Chicken Little is very obviously Disney's response to Shrek; it had a similar post-modern take on its stock in trade of fairy tale adaptations. But, while Shrek gained whatever power it held from the fact that it was actually an angry assault on Disney and everything Disney's animation studio stood for by a group of hungry outsiders, Chicken Little didn't have that advantage. It's hard to stick it to the Man when, technically, you are still a part of the Man. Shrek was storming the castle in the Disney logo; Chicken Little was just following its lead, because at around the time Chicken Little would have been greenlit, Shrek was the model for CGI animated blockbusters. If you wanted to make one, you made fun of Disney. Even if you were Disney.
So, Chicken Little opens with a montage of older Disney openings while in voice over, Garry Marshall (in the role of Buck, the title character's father), assures us that this movie won't be like those movies. The movie then really opens with the title character (Zach Braff) doing his "the sky is falling!" bit; there is a bunch of manic slapstick, and, just to prove this isn't a Disney movie (even though it is), we even get a bit of the live action Raiders of the Lost Ark playing on a movie screen (this is called irony, folks), because pop culture references, duh.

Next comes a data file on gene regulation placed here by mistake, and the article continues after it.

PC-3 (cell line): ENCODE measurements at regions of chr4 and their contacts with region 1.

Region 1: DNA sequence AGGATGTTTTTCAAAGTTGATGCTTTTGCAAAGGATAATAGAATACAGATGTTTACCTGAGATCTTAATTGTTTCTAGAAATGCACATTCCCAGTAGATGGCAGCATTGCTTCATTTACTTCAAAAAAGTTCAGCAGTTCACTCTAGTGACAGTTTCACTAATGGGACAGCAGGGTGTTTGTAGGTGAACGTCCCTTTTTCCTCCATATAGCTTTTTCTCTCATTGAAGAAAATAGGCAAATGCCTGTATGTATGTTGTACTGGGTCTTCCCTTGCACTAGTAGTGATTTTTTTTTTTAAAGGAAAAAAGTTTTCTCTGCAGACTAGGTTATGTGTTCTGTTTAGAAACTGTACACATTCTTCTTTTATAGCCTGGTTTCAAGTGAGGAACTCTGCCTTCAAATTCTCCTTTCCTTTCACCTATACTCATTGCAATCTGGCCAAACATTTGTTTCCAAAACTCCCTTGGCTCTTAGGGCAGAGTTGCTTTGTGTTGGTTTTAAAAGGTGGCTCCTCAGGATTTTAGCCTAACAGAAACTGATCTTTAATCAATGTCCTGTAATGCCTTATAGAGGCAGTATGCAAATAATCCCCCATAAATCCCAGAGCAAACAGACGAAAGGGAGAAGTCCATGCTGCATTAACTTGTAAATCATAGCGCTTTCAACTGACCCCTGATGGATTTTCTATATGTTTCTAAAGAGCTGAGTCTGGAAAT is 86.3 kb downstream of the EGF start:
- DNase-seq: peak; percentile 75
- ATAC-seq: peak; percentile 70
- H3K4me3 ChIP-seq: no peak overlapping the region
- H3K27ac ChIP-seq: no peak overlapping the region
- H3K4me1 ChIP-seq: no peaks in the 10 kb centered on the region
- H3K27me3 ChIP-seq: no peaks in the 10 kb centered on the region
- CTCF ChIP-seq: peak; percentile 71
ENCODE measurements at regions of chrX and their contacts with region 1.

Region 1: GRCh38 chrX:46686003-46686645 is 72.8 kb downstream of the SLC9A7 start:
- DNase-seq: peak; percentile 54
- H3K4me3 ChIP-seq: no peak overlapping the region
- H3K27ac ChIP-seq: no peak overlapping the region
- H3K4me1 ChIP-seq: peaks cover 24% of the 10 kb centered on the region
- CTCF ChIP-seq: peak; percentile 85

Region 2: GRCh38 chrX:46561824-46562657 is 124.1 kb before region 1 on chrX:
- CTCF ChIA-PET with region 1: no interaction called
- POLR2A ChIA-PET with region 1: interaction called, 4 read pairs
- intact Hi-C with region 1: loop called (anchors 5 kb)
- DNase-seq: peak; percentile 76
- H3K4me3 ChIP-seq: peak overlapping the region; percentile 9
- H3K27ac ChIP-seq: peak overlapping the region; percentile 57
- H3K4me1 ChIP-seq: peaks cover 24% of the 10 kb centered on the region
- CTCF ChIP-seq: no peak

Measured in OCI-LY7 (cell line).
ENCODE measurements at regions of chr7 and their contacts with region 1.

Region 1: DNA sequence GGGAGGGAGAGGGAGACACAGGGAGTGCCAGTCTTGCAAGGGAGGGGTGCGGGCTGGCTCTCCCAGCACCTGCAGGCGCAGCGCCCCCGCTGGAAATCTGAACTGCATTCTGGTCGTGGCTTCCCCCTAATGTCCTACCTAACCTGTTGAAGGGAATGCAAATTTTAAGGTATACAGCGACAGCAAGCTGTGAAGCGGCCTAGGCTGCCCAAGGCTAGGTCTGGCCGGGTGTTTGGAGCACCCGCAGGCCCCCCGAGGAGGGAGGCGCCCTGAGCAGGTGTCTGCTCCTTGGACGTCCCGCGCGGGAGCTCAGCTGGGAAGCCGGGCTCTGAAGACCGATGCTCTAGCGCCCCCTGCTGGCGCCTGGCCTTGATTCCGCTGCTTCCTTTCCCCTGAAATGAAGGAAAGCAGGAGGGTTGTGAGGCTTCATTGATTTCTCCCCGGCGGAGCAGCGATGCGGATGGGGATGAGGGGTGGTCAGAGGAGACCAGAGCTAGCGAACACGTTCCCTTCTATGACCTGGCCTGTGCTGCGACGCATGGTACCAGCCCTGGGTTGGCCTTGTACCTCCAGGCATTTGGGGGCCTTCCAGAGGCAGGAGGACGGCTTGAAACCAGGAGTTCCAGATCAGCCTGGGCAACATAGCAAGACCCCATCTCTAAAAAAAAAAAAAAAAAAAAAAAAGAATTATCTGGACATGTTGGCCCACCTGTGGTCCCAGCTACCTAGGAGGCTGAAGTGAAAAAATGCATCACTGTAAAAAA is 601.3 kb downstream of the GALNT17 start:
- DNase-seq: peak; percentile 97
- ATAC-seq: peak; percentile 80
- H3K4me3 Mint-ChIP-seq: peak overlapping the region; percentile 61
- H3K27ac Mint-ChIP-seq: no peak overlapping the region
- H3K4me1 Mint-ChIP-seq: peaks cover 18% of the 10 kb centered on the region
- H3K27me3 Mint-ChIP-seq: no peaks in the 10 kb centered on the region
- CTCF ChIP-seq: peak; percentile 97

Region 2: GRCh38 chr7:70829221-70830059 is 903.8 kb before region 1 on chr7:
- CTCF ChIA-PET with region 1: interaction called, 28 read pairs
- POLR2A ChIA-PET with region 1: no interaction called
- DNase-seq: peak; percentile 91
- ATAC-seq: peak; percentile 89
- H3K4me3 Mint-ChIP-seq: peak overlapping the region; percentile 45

The movie then decides to get meta; in universe, the whole incident goes viral, and before you know it, there is going to be a Chicken Little movie. Everyone assures the protagonist and his embarrassed father that surely the movie can't be that bad, and will be soon forgotten, and the (real) movie accidentally gets hilarious.